ANT 370 Primate Conservation (3) A.Prerequisite: ant 201. the local human and biological impact of conservation programs affecting primate communities throughout the world.  topics include forest fragmentation, historical perspectives on conservation, agroforestry, ecotourism, ethnography, and disease. 

ANT 371 Primate Ecology & Sociality. (3) A. Completion of ant 201 is advised before taking ant 371. Ecological relationships within primate communities. Students examine primate social structure, habitat use, diet, locomotion, seasonality, plant-primate interactions, and predator-preyrelationships.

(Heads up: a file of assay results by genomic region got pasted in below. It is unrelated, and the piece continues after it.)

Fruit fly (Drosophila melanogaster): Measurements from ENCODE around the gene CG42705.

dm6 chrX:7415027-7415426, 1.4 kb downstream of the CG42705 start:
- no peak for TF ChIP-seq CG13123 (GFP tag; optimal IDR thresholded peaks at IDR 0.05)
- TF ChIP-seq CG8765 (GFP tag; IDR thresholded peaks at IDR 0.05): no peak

BIO 316 Ecology. (4) I, II.  Prerequisite: BIO 131 or 141.  Basic concepts and principles as applied to the study of organisms or groups of organisms in their interrelations to each other and to their environments.  2 lec/4 lab. 

BIO 317 Conservation of Wildlife Resources. (3) I, II.  (3) I, II.  Introduction to the principles and practices of conservation of plants and animals; requirements and values of wildlife resources; impact of human activities on resources.  May not be used to satisfy area, major, or minor requirements.  gen. Gen Ed VII(NS) Natural Science and Gen Ed 15 Natural Science and Gen Ed 16 Natural Science 

BIO 532 Conservation Biology.  (3)  L.  Prerequisite:  BIo 316 or instructor approval.  Examination of principles and practices of conservingglobal biological diversity.  Causes, consequences and rates of extinction.  application of philosophical, biological, sociological, and legal principles to the conservation of genes, species and ecosystem